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Feature: Sound coding practices needed for secure mobile apps

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It is no secret that mobile phones are now a big part of our lives straight from being communicating tools to tools for gaming, e-commerce, banking, access to soft loans, mobile money and some of carry our whole office in these devices as well.

Without mobile apps, then mobile phones would not be able to do any of the above and while we are celebrating the churning out of mobile apps every other day, it has merged that developers are neglecting the important matter of security when coding for the apps.

In an interview with TechMoran, Caleb Barlow, IBM Vice President Mobile management and security challenged developers to engage in sound coding practices that will make mobile apps less vulnerable to attackers.

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“We recently carried out a study on mobile dating apps and out of 41 out of 63 apps were found with vulnerabilities, leaving windows and doors open for attackers to hit,” said Barlow.

According to the study, users let their guard down when they anticipate receiving interest from a potential date and some of the vulnerable apps could be reprogrammed by hackers to send an alert that asks users to click for an update or to retrieve a message that, in reality, is just a ploy to download malware onto their device.

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Additionally,  IBM found 73% of the 41 popular dating apps analyzed have access to current and past GPS location information and hackers can capture a user’s current and past GPS location information to find out where a user lives, works, or spends most of their time. Credit cards were not spared either and the study found out that 48% of the 41 popular dating apps analyzed have access to a user’s billing information saved on their device. Through poor coding, an attacker could gain access to billing information saved on the device’s mobile wallet through vulnerability in the dating app and steal the information to make unauthorized purchases.

Reverse engineering which is a blessing to quite a number of industries can be a way through attackers can get to apps if they have any vulnerabilities and hence more need to keep them secure.

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Barlow also revealed that security for mobile apps is often threatened by third party appstores as well because despite them selling the apps for half or cheaper than the amount at which the official appstores are selling, they do so with malware which can be quite disastrous to mobile phone owner.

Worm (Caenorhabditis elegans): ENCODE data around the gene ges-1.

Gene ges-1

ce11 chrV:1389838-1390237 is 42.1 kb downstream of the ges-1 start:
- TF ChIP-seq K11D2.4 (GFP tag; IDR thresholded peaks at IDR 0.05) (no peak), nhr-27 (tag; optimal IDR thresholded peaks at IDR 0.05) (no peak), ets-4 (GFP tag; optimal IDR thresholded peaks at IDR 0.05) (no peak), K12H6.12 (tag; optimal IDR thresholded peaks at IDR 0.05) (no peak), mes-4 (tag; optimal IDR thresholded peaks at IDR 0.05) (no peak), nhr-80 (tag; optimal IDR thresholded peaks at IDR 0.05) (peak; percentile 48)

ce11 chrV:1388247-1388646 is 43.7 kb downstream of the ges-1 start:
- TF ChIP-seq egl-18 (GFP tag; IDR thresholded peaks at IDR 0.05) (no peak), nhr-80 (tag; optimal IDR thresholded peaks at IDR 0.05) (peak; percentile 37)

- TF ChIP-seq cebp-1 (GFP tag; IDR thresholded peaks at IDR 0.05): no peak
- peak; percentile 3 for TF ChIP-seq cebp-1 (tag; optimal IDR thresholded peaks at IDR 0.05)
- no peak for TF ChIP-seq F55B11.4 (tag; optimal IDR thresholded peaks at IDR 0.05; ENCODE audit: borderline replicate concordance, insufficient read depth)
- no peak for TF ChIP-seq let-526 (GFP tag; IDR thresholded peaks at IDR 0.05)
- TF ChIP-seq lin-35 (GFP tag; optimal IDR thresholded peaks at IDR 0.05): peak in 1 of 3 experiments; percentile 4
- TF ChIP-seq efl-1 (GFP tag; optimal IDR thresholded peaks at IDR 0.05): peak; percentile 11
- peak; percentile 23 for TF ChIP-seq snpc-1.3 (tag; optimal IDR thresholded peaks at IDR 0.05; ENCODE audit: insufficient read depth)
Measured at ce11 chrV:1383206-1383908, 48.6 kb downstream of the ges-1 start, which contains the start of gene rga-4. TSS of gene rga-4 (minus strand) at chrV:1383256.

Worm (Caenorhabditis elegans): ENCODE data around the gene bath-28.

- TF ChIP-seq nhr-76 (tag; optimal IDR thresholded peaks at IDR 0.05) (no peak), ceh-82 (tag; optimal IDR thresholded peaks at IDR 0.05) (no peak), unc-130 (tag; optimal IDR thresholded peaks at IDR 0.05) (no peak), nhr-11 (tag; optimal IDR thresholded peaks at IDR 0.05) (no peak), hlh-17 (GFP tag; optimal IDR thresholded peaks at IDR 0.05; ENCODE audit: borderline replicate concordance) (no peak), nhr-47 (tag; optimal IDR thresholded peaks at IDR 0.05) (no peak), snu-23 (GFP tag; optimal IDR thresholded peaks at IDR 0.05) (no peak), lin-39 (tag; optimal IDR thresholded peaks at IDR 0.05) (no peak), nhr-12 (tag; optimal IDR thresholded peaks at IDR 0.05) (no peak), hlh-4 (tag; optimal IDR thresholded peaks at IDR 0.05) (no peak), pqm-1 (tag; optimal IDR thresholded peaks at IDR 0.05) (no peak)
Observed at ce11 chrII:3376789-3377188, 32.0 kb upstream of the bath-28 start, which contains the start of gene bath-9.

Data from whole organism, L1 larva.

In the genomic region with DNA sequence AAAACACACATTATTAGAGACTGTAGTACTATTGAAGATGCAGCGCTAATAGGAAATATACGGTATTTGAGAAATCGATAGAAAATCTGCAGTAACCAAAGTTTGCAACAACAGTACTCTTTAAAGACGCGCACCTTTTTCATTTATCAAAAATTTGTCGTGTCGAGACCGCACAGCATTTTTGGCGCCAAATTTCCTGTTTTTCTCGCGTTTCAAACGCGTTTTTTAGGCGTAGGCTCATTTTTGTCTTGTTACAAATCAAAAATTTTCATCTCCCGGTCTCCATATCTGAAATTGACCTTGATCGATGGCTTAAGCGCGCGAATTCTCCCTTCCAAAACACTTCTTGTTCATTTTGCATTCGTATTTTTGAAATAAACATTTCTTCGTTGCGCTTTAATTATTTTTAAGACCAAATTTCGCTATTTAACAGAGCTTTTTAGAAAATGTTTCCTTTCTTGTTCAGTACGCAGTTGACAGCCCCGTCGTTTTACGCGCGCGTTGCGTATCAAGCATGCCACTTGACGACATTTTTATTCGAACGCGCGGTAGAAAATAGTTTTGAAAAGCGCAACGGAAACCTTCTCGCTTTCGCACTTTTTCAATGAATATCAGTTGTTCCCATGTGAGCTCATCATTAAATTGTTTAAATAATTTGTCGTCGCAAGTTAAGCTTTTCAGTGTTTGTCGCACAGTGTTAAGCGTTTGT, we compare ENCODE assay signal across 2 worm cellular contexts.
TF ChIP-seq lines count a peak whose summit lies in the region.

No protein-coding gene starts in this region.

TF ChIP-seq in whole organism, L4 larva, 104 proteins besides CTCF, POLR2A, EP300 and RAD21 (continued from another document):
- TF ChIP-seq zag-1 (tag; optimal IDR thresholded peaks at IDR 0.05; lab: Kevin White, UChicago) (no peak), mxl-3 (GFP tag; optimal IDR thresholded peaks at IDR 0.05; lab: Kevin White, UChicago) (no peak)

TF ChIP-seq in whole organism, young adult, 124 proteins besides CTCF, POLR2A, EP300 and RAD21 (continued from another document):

Recently, IBM and the Ponemon Institute conducted a study on mobile apps that revealed lax security practices amongst enterprises as well.

The study findings showed that nearly 40 percent of large companies, including many in the Fortune 500, are not taking proper precautions to secure the mobile apps they build for customers.

Additionally, organizations are poorly protecting their corporate and BYOD mobile devices against cyber-attacks—opening the door for hackers to easily access user, corporate and customer data.

“Building security into mobile apps is not top-of-mind for companies, giving hackers the opportunity to easily reverse-engineer apps, jailbreak mobile devices and tap into confidential data,” Caleb Barlow said. “Industries need to think about security at the same level on which highly efficient, collaborative cyber-criminals are planning attacks. To help companies adopt smart mobile strategies, we’ve tapped the deep security expertise of IBM Security Trusteer, bringing what we’ve learned from protecting the most sensitive data of complex organizations—such as top global banks—and applying it to mobile.”

mobile-_appsIn his challenge to developers to come up with sound coding practices Barlow also advised them to constantly use tools to scan app code for vulnerabilities to see if there are any coding mistakes in the app.

When releasing an app for use it is also advisable for developers to release them on multiple platforms, ascertain the security of the platform first and build and grow users.

“Every publisher is equal, users can interact with it, think about it and rate it, “said Barlow

End users can protect themselves as well and one of these ways is through avoiding third party stores when buying apps, conducting permission fitness and Ovacation which will make it difficult for an attacker to strike.

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Susan Mwenesi
Susan Mwenesi
Interested in business, technology and all things startups in Africa!

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